LAS VEGAS (KLAS) — COVID-19 continues to impact the economy, forcing Las Vegas’ hospitality industry to make some major adjustments.
MGM Resorts International announced hotel tower operations will stop at the Mirage and Mandalay Bay during the week, Monday through Thursday, starting Nov. 30. The company says the decision is due to underwhelming occupancy rates amid the pandemic.
“It’s not surprising,” said hospitality expert and UNLV gaming historian David Schwartz. “The key here is that it’s just the hotels that are closing.”
He says the good news is both resorts will continue to operate their casinos and restaurants. That is what Park MGM is already doing, after the property announced its midweek hotel closure earlier this month.
“The other amenities are going to stay open, and MGM has many hotels on the Strip, so they could redirect those people to other hotels,” Schwartz said.
MGM Resorts International says they do not expect the closures to last too long. Director of Media Relations Brian Ahern sent the following statement to 8 News Now:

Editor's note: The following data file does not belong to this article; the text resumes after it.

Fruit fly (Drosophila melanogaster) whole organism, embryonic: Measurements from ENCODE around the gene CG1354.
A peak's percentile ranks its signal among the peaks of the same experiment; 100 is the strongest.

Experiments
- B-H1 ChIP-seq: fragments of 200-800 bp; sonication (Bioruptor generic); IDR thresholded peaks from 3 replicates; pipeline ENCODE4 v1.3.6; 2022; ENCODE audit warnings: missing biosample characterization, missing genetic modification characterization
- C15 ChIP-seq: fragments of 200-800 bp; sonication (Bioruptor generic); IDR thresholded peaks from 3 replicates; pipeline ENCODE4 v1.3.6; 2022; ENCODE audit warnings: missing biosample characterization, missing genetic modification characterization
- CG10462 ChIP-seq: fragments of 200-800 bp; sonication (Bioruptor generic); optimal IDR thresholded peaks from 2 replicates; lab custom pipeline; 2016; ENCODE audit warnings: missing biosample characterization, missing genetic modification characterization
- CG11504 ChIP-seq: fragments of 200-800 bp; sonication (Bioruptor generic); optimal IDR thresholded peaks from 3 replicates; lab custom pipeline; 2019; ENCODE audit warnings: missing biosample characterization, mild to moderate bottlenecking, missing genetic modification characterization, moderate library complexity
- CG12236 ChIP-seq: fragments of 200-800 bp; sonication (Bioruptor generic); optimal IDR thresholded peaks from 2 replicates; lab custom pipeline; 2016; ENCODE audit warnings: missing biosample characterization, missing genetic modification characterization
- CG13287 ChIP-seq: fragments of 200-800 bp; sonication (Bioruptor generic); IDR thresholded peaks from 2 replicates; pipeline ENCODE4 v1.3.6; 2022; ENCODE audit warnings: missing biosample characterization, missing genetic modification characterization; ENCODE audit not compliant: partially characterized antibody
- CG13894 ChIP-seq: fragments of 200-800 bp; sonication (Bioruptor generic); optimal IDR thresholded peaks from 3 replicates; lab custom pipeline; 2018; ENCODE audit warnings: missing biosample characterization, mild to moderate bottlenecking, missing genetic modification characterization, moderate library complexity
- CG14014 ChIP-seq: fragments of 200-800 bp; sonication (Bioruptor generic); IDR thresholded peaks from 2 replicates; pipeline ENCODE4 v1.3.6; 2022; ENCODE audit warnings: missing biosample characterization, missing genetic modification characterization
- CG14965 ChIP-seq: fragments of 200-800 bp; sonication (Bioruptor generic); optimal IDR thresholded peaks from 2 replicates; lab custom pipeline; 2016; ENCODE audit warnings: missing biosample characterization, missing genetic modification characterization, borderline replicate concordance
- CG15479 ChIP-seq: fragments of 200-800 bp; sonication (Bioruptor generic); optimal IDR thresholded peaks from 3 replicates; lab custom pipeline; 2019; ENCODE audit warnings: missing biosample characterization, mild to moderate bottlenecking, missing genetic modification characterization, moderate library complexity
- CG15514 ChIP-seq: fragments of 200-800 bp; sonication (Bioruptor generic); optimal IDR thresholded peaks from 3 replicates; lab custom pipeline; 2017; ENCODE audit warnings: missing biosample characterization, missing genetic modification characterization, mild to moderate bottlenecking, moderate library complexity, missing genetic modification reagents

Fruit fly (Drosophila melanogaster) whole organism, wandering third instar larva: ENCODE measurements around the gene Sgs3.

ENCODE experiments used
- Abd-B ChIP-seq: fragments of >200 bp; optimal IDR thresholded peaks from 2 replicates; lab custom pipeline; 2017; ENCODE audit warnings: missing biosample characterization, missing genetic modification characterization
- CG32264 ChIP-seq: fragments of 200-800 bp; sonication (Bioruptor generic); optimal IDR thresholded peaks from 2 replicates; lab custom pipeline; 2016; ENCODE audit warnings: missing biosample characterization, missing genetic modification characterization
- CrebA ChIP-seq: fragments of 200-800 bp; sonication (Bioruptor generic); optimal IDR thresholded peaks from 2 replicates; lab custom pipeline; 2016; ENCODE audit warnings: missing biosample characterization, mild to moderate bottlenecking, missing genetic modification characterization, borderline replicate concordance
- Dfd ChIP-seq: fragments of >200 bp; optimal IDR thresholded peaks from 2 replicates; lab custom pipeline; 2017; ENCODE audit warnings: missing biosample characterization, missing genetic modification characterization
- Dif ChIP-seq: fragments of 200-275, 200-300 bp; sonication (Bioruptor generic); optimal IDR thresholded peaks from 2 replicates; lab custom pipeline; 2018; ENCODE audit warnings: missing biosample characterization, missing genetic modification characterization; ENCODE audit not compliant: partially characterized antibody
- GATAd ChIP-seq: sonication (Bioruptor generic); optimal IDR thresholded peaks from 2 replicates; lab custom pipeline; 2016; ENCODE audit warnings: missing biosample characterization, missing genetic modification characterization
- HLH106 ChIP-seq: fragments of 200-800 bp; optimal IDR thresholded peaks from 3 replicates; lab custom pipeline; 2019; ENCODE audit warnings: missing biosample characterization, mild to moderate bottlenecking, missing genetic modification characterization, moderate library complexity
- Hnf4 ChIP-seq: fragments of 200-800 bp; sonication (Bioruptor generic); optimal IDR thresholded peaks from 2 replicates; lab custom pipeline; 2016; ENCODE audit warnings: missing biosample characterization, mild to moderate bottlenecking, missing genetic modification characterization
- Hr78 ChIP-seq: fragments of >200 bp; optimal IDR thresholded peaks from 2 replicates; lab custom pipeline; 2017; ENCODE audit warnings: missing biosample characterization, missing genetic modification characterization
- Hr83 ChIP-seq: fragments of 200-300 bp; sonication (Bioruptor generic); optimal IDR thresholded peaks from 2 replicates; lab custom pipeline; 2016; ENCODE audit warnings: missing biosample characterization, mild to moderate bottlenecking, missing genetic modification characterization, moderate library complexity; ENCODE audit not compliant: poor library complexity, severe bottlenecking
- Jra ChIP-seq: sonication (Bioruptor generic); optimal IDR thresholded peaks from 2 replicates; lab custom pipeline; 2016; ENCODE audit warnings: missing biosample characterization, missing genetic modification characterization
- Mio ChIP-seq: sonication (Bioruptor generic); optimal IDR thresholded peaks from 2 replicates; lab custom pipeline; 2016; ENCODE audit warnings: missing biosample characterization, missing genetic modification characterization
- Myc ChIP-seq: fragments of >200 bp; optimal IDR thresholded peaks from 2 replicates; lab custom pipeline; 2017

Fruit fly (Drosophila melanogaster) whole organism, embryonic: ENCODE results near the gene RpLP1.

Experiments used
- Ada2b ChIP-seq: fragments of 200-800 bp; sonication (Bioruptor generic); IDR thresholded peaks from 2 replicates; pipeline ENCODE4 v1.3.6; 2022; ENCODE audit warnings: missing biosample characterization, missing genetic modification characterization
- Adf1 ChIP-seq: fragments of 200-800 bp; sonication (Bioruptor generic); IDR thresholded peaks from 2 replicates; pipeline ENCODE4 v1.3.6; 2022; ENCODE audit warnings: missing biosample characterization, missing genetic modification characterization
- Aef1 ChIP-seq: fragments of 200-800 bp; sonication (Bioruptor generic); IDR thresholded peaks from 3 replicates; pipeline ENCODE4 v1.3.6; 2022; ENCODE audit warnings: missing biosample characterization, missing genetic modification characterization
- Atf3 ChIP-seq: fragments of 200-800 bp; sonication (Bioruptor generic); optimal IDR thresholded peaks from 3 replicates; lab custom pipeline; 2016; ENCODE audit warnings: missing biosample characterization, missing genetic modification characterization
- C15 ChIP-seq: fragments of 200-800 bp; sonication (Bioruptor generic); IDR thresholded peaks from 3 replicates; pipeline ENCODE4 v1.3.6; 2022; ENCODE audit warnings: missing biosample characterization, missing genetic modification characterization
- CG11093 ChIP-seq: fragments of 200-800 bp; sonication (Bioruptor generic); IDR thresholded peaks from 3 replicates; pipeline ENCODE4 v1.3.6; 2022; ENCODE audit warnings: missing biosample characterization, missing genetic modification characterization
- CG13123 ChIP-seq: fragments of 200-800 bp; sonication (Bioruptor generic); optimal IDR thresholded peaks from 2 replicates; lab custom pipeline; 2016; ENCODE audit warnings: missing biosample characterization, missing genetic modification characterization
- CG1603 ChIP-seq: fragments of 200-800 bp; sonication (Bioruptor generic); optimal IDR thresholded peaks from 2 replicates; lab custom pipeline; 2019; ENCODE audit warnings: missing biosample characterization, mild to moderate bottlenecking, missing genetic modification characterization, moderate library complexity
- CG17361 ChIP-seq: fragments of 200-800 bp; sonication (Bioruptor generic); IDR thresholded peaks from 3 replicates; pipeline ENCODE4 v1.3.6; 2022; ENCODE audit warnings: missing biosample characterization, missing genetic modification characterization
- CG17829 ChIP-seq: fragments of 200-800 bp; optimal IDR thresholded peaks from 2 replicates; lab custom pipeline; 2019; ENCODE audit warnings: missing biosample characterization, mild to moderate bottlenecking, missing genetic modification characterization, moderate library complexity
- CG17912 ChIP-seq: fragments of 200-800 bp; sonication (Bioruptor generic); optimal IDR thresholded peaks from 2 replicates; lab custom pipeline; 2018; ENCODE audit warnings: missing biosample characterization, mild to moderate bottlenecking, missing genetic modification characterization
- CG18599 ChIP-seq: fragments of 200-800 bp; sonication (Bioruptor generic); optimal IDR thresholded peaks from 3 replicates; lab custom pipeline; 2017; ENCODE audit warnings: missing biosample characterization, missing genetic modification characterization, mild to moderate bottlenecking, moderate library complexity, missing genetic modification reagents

“We are constantly evaluating occupancy levels and adjusting operations accordingly. With occupancy remaining low during the weekdays, we have decided to temporarily close hotel tower operations at Mandalay Bay and The Mirage Monday – Thursday, effective Nov. 30. Casinos, restaurants and other amenities remain open at properties throughout the week. While we do not currently expect the mid-week hotel closures to remain past December, we will continue evaluating business levels to determine how long they are in effect.”
But Schwartz says demand will depend on how the pandemic plays out.
“If the vaccines are rolled out and are effective, I think that’s going to be a big boom for travel,” he said.
Many properties are still offering lower room rates. So, even with COVID-19 cases and hospitalizations spiking in Nevada and Clark County, business experts say price point is key for a large chunk of visitors.
“I think that people will continue to come,” said Christina Lorusso, owner of Lorusso Forensics. “The level of supply and demand is based on the amount that the consumer is willing to pay.”
When the Las Vegas economy will recover is uncertain, but Schwartz says one thing is clear:
“The city and the people of the city, more importantly, have always bounced back.”
Last month, the Wynn and Encore announced a shut down of all operations during weekdays, also due to low demand in the wake of the pandemic. Experts say if no significant progress is made in combatting the coronavirus soon, more resorts could follow suit.